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Wetland ecology

Ecology is the study of interactions between organisms and their environment[3][4].

An Ecosystem is a dynamic complex of plant, animal and micro-organism communities and their nonliving environment (components, i.e. matter) interacting as a functioning unit (through processes and cycles involving energy)[5].

Wetlands are among the most productive ecosystems in the world—comparable to rainforests. While covering only 6% of the Earth's surface (approximately 4.5% of Queensland), wetlands provide a disproportionately high number of ecosystem services that benefit, sustain and support the environmental, social and economic well-being of people.

There are many types of wetlands ranging from rivers, swamps and lakes to estuaries and even coral reefs that also support a whole variety of different wetland plants and animals.

Whistling ducks, Photo by David Scheltinga

Quick facts

>1 million
species in Australia
known animal species under threat in Australia (EPBC Act List of Threatened Fauna as of Oct 2023)
known plant species under threat in Australia (EPBC Act List of Threatened Flora as of Oct 2023)
At least 104
plants and animal species already extinct in Australia[10].

Understanding ecosystems and wetlands

Wetlands are dynamic systems that influence and are influenced by a complex range of environmental factors. To understand wetlands it is important to understand the broader context of the systems in which they exist, including the surrounding landscape or seascape. Wetlands are also affected by various processes such as climatic, hydrological, geological, biological and human (anthropogenic) influences.

Understanding how the components (parts) and processes work at various different scales provides the key to understanding wetland ecology, and is critical to managing these ecosystems and protecting the large number of ecosystem services that benefit, sustain and support the environment, and the wellbeing of people.

Cycles, Spheres, Energy and Connectivity

How the earth functions can be thought of as a series of sub-systems that interact (spheres). Spheres are broad systems or categories that group similar components, processes and cycles. Wetlands are comprised of components of all of these spheres, which interact and interconnect through wetland processes and cycles. Energy is present in the landscape in many forms and drives ecological processes and cycles.[7].

Temporal and Spatial aspects of Ecosystems

A wetland (or ecosystem) is not an isolated entity. Components and processes that support life in wetlands are not static, varying hierarchically across space and time. Maps are a way to spatially model or represent the extent of a wetland at a particular time and conceptual models explain processes and variability in wetlands over time.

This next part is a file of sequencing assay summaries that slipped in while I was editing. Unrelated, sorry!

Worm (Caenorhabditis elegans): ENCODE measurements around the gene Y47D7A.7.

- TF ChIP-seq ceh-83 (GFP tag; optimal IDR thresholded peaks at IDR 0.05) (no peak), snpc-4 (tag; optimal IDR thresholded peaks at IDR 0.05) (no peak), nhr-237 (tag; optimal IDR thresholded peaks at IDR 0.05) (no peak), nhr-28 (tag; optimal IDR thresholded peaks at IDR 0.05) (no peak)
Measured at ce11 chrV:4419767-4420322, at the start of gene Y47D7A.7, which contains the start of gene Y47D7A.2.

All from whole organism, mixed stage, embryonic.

Wetland components are embedded within a landscape, catchment or seascape context, which is then located in a regional context such as the vast network of structures that make up the Great Barrier Reef. Wetland mapping of palustrine, lacustrine, riverine and estuarine and marine (intertidal and subtidal) systems are available based on their biophysical characteristics (see What are wetlands page).

Wetland processes vary over time ranging from the microscopic (e.g. biogeochemical processes), to catchment scales (e.g. runoff, flooding) or seascape scale (e.g. tides and currents) to regional climatic and rainfall patterns. This hierarchy of spatial scales is visualised on the Hydrology page.

Timing can be critical for ecosystem function. For wetland processes to occur, the components and processes depend on correctly timed events. For example, water regime of a wetlands has a major impact on it's ecology. Knowing and understanding wetland types, derived from the interaction of components and processes, assists in the management, rehabilitation and protection of wetlands.


In very basic terms a driver is something that causes a process to start. Drivers can be a component or process that causes a change in an organism, community, ecosystem, or other component or process (e.g. the universe, catchment, landscape, wetland to an organism). So a driver (e.g. fire, rain or development) causes a process (e.g. fluvial or chemical) to impact on a component (e.g. soil, geology, water, air).